Vannucci and Foschini [13] described a powerful algorithm to search for the minimum Euclidean distance Open image in new window for Open image in new window partial response channels. They found that the shortest error event achieving Open image in new window has the type of Open image in new window for most of Open image in new window partial response channels. As a matter of fact they found that those error events of the form Open image in new window always have a distance less than the matched filter bound Open image in new window which is defined as the distance corresponding to the one-bit error event.

If the error event Open image in new window can be forbidden to occur in coded sequences for Open image in new window partial response channels, the minimum distance of the channels can be increased to Open image in new window resulting in a coding gain of Open image in new window dB. With NRZI modulation there are four pairs of binary coded sequences, which could generate the error event Open image in new window shown as follows:

The TMTR modulation code with constraint Open image in new window can be used to forbid the occurrence of sequences *111* and *011*, and as a result error event Open image in new window would not occur in the detection of Open image in new window channels, and a coding gain of 3 dB can be obtained. The channel capacity of the Open image in new window TMTR code is equal to Open image in new window , which indicates that a codeword with length 11 bits at least is required to encode or represent a byte (8-bit) message.

## 3. Construction for Open image in new windowTMTR Codes

A TMTR code is specified as Open image in new window constraint, where *k* is the maximum number of consecutive zeros, Open image in new window and Open image in new window constraints represent the maximum numbers of consecutive ones starting from an even position and an odd position, respectively. This construction is based upon Open image in new window constraint. Both Open image in new window and Open image in new window represent the maximum number of ones after the last zero and the maximum number of zeros after the last one, respectively. In similar, parameters Open image in new window and Open image in new window represent the maximum number of ones before the first zero and the maximum number of zeros before the first one. Any two sequences satisfying Open image in new window constraint can be freely concatenated without violating the Open image in new window constraint. In order to reduce the consecutive zero length in the sequences after concatenation, the following substitution rule is applied: assume that a sequence Open image in new window is followed by a sequence Open image in new window , then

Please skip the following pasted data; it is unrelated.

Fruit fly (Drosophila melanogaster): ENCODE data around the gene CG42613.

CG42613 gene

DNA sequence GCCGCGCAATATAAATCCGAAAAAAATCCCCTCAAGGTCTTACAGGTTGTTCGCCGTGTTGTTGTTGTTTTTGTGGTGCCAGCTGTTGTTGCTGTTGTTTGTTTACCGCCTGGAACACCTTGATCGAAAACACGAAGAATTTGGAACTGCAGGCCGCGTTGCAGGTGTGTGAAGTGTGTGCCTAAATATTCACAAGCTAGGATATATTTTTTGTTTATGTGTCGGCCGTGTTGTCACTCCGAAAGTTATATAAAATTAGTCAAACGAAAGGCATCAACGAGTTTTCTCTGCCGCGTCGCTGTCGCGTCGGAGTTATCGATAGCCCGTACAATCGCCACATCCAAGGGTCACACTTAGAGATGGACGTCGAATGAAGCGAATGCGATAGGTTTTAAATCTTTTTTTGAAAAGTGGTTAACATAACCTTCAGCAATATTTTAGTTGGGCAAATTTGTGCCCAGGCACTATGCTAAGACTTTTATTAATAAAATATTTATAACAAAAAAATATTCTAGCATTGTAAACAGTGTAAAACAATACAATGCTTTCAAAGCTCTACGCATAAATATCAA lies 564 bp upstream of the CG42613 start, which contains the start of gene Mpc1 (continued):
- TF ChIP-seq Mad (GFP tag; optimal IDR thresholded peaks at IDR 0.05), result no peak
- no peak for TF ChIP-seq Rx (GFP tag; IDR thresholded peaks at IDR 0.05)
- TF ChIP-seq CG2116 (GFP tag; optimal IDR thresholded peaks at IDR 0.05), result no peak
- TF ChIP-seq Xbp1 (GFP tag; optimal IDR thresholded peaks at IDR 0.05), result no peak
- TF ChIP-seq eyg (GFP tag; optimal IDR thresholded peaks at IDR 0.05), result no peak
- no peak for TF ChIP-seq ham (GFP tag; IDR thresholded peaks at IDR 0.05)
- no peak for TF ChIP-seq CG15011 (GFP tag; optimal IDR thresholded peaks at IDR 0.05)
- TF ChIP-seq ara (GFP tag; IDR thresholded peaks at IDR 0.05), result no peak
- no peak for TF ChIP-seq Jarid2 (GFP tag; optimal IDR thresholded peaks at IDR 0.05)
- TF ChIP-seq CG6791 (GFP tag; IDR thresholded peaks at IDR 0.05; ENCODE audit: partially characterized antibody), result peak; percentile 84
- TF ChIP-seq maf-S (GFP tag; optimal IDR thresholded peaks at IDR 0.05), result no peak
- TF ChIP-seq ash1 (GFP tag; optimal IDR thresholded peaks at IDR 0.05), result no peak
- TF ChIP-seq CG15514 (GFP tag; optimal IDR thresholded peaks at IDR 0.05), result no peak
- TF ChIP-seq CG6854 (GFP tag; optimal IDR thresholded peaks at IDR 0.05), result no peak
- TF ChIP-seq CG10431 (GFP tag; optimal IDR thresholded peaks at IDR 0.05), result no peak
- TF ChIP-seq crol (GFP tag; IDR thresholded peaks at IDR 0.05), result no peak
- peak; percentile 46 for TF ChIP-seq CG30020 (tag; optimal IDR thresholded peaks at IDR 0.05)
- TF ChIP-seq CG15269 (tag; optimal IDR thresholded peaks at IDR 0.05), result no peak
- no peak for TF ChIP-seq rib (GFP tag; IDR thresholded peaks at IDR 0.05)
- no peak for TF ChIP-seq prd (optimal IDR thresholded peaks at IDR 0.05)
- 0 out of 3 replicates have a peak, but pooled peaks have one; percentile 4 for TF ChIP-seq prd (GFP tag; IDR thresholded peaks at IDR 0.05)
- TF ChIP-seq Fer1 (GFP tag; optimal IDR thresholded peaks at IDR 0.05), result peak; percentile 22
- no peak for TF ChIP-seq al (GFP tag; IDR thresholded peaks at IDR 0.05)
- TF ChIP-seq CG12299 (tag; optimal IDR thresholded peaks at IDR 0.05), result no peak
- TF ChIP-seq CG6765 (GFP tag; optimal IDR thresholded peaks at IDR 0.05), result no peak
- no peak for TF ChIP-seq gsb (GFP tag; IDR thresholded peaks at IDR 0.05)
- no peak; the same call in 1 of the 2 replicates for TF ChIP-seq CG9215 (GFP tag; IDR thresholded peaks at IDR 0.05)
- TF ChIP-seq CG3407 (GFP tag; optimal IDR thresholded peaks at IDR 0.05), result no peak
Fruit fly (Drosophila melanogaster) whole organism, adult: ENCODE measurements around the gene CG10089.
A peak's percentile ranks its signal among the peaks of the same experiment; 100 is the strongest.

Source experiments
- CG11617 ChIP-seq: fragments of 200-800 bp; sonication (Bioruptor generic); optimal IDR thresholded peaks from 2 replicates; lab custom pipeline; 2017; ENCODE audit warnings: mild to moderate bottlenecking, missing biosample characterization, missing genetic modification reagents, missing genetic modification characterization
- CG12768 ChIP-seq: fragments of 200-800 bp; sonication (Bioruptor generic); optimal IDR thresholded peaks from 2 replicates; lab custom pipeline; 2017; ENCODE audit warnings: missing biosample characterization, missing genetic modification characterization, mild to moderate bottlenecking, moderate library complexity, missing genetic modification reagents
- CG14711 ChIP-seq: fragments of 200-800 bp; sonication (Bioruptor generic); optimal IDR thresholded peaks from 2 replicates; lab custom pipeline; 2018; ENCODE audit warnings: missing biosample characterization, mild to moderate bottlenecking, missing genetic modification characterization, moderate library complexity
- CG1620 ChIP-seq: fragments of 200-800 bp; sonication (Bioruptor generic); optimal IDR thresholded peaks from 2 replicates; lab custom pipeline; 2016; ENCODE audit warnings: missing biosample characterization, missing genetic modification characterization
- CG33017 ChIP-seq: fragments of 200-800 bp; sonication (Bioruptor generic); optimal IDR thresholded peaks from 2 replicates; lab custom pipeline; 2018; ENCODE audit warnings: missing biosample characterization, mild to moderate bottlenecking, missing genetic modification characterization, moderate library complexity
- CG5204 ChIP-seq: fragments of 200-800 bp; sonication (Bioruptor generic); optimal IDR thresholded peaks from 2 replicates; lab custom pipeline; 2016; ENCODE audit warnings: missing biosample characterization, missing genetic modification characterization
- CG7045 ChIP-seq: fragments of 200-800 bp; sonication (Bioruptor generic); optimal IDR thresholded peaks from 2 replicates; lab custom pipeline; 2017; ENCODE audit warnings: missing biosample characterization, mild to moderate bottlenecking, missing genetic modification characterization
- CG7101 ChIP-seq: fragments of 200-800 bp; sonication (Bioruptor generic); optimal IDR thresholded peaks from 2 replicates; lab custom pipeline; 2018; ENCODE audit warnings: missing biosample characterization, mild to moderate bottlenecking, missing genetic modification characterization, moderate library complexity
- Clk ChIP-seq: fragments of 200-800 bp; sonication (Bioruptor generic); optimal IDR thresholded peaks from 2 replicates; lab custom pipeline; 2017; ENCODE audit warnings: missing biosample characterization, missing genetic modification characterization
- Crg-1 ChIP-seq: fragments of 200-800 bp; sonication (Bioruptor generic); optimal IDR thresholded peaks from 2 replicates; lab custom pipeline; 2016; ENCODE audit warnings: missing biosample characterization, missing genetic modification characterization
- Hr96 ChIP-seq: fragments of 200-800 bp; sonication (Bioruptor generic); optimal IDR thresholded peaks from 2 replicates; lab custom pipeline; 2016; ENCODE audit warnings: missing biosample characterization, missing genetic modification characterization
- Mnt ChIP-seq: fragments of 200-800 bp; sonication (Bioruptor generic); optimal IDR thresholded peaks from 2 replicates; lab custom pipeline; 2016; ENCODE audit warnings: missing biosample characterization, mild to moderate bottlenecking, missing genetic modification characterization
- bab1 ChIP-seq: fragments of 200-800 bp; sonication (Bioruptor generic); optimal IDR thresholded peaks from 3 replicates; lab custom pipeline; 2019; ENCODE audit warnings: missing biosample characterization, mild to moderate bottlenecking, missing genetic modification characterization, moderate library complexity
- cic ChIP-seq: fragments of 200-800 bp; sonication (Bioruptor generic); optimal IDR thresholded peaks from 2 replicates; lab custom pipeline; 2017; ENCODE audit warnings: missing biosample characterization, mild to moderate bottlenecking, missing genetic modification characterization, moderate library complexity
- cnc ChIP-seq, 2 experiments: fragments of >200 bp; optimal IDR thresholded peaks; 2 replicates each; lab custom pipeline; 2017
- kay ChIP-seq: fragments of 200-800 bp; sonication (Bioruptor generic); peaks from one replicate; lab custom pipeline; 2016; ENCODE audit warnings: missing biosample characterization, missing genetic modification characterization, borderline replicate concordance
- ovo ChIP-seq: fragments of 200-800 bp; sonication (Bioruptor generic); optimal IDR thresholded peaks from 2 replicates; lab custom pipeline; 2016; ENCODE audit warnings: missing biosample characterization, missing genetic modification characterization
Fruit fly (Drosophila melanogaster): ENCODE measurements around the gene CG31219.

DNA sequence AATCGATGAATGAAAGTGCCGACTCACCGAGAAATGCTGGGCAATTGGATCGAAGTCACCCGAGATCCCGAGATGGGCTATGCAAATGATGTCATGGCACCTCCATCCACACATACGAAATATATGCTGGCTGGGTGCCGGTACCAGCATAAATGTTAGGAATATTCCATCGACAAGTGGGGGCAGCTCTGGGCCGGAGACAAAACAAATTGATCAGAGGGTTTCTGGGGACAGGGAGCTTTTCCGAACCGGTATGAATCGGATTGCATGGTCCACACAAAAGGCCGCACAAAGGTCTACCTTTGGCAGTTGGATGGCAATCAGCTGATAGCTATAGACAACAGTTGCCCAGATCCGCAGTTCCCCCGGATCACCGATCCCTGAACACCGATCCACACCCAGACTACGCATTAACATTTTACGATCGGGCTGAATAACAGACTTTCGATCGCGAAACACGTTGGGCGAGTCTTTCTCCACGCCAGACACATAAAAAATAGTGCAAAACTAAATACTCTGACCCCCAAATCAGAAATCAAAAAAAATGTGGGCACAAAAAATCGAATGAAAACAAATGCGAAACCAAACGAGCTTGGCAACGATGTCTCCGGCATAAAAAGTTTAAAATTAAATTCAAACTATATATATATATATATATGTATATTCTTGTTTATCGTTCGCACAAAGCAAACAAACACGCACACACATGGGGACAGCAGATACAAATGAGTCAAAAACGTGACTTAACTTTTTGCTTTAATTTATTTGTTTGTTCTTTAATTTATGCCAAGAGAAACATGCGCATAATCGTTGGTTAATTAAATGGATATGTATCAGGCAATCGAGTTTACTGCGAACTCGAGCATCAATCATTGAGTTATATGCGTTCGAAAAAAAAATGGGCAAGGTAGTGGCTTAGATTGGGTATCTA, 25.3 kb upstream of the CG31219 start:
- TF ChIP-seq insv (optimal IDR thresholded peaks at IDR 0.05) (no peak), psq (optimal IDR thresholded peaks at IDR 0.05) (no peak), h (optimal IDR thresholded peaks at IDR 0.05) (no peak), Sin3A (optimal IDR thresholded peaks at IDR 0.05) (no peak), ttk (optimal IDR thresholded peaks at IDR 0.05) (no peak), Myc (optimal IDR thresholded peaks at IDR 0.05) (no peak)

if Open image in new window has more than Open image in new window zeros before the first one, and the last bit of Open image in new window is a zero, then flip the first 2 bits of Open image in new window into two ones, for example, Open image in new window ;

otherwise, use Open image in new window as the encoder output.

In the case of Open image in new window , a long sequence of consecutive zeros is spread into two parts by "11" in the beginning of the 2nd sequence. Because Open image in new window , a sequence beginning with "11" is not an original code.

*e o e o e o e o e o e*). For example, a sequence of 3 codewords will be

Practical code rates of Open image in new window codes.

Block length | Code rate | |
---|---|---|

4 | ||

5 | ||

6 | ||

7 | ||

8 | ||

9 | ||

10 | ||

11 | ||

12 | ||

20 | ||

22 | ||

24 |

where the 1st line expresses the positions of the code bits. The 2nd line expresses the even/odd code bit positions. The 3rd line expresses the maximum number of consecutive "1" starting at the position. There is no two consecutive "2" in the 3rd line. It means that no dominant error event Open image in new window will occur. To obtain the coding gain of this encoder, a time-varying Viterbi detector is required. The trellis diagrams of the Viterbi detector for even and odd times are shown in Figure 7(c). The Viterbi detector for code bit stream positions will be the same as shifting the 2nd line to right by 1 position. The result is shown in the 4th line. The even or odd Viterbi detector properties must match the bit position shown in the 4th line.

## 4. Enumerative Encoding Open image in new window TMTR Codes

An enumerating encoder maps a set of consecutive integers onto a lexicographically ordered set of sequences. In order to describe the enumerating encoder/decoder, some notations will be defined as follows.

- (D.1)
Open image in new window is the lexicographically ordered set of Open image in new window sequences of length Open image in new window .

- (D.2)
*R*( Open image in new window ) is the number of sequences Open image in new window such that Open image in new window . - (D.3)
*R*( Open image in new window ) Open image in new window 0, where Open image in new window is the all zero sequence. - (D.4)
res( Open image in new window ) is the sequence obtained by modifying the first nonzero bit of Open image in new window to zero.

- (D.5)
Open image in new window is the minimum sequence among sequences in Open image in new window and having the first symbol one at position Open image in new window .